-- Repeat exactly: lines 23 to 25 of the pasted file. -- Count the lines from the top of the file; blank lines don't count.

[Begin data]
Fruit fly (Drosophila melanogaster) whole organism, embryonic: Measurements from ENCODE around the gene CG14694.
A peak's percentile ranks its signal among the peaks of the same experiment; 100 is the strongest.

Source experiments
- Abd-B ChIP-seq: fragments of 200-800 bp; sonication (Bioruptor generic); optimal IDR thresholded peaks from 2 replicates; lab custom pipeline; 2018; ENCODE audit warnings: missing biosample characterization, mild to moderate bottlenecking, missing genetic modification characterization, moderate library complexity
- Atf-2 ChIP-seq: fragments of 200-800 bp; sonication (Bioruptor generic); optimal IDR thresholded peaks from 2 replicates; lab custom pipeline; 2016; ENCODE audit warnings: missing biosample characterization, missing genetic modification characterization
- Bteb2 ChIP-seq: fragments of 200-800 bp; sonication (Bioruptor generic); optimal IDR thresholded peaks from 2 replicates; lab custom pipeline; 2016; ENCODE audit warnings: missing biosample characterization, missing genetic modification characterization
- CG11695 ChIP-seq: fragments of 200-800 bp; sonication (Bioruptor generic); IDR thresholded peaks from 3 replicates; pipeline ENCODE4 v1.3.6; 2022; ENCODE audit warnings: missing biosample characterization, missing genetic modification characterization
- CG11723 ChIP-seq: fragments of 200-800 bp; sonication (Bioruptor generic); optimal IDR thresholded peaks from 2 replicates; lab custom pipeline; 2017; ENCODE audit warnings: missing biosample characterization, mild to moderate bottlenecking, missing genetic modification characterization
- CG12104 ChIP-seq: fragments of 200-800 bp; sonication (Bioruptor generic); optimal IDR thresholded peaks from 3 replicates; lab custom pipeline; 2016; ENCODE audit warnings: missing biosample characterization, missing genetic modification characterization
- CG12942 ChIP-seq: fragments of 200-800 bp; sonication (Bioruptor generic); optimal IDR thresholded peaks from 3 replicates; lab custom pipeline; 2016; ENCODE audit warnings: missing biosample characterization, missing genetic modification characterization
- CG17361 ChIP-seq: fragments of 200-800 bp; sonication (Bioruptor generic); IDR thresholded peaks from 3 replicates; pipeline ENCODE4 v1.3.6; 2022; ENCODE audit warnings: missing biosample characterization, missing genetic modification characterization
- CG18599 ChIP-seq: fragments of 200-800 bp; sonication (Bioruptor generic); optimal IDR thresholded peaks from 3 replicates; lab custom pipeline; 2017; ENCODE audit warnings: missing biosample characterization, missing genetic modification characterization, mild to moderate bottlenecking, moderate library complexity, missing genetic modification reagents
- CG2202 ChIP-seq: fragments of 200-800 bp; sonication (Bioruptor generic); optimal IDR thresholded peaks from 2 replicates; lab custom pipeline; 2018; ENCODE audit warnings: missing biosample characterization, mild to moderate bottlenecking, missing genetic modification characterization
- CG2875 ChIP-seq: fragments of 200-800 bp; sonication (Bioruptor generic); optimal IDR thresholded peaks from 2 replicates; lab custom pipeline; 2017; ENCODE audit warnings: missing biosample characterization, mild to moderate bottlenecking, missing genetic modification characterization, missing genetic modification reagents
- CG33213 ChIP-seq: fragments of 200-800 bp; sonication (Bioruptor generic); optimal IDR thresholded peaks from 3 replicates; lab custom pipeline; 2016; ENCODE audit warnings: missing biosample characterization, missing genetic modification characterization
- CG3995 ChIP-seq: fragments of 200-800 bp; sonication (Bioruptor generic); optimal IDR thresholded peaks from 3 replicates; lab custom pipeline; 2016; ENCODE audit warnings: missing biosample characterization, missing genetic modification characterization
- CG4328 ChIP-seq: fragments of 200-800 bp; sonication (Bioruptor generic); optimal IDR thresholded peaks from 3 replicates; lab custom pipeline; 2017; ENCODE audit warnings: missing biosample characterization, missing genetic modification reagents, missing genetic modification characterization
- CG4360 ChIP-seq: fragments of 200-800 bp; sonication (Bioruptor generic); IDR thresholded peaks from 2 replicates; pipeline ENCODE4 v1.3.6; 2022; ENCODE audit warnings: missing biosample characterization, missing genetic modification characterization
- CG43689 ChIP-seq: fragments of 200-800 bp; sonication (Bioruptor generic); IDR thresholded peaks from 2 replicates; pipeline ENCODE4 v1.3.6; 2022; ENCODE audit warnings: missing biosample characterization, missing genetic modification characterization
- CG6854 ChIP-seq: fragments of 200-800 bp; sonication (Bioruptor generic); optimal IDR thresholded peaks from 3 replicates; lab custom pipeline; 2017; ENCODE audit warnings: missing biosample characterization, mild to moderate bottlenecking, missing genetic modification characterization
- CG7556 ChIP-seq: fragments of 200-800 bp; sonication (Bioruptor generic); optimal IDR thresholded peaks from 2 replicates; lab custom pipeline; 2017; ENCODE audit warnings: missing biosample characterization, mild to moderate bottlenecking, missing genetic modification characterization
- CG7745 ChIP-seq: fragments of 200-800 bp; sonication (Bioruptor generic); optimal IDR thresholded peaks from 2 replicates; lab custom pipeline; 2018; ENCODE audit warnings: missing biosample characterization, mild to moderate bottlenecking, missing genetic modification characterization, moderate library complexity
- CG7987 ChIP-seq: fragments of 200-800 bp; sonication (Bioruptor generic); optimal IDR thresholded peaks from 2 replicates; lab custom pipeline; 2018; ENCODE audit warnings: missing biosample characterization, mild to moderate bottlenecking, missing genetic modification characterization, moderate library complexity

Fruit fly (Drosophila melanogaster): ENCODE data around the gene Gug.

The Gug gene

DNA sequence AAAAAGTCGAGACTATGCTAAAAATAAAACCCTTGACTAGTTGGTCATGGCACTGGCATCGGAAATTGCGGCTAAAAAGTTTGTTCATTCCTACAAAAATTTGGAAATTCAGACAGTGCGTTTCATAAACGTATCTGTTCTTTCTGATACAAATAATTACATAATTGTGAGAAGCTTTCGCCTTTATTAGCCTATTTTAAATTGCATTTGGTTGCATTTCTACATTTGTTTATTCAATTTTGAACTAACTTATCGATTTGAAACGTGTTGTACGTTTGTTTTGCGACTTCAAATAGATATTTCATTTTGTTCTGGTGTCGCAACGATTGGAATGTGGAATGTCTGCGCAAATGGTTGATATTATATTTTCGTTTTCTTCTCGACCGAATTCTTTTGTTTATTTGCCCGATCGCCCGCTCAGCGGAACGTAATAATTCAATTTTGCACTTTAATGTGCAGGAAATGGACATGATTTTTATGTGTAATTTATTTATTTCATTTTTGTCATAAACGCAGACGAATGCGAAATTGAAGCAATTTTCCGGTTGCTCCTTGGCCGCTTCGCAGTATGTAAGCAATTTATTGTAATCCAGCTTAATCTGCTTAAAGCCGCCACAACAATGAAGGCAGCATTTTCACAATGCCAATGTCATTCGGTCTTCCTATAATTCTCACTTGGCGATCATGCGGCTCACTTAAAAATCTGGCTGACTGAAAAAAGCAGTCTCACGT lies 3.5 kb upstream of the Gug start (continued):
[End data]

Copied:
- CG7987 ChIP-seq: fragments of 200-800 bp; sonication (Bioruptor generic); optimal IDR thresholded peaks from 2 replicates; lab custom pipeline; 2018; ENCODE audit warnings: missing biosample characterization, mild to moderate bottlenecking, missing genetic modification characterization, moderate library complexity

Fruit fly (Drosophila melanogaster): ENCODE data around the gene Gug.

The Gug gene